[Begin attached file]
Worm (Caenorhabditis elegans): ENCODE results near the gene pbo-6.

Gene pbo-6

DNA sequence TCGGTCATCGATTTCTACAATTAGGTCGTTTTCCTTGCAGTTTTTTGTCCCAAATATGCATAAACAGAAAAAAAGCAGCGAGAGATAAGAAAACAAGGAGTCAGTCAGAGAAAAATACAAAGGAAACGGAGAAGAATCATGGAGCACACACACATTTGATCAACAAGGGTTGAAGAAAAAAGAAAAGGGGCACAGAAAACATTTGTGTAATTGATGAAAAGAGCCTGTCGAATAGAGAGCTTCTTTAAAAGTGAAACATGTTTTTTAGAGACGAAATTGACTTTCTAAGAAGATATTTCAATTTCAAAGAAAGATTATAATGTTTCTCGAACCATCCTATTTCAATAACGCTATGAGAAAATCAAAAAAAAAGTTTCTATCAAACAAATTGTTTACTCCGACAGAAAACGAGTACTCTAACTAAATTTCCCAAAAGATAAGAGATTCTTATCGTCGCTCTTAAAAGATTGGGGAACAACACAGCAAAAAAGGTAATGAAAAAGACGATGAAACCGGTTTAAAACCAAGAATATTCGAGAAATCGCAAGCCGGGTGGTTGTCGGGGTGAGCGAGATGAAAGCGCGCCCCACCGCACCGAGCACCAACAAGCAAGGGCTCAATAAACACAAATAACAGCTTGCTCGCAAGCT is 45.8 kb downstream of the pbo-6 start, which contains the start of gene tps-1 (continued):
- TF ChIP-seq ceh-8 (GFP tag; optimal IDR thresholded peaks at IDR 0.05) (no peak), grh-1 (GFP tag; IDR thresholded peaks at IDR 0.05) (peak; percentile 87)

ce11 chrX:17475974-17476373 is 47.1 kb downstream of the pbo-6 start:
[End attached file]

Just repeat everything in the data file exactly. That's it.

Worm (Caenorhabditis elegans): ENCODE results near the gene pbo-6.

Gene pbo-6

DNA sequence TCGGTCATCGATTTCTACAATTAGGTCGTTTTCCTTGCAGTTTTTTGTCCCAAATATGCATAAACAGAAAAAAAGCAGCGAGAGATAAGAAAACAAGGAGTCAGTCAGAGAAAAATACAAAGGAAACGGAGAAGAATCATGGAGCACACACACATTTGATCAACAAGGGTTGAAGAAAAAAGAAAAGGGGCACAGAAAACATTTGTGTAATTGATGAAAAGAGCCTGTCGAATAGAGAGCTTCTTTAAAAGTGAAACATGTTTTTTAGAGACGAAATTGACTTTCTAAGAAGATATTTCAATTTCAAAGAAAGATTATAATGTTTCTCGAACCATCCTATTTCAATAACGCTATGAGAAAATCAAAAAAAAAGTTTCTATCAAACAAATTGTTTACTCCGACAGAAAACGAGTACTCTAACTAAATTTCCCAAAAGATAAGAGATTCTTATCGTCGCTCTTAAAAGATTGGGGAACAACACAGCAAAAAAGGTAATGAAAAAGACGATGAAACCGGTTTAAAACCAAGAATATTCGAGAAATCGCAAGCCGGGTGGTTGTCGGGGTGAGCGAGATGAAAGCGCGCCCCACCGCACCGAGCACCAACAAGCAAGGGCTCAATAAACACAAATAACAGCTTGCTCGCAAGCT is 45.8 kb downstream of the pbo-6 start, which contains the start of gene tps-1 (continued):
- TF ChIP-seq ceh-8 (GFP tag; optimal IDR thresholded peaks at IDR 0.05) (no peak), grh-1 (GFP tag; IDR thresholded peaks at IDR 0.05) (peak; percentile 87)

ce11 chrX:17475974-17476373 is 47.1 kb downstream of the pbo-6 start: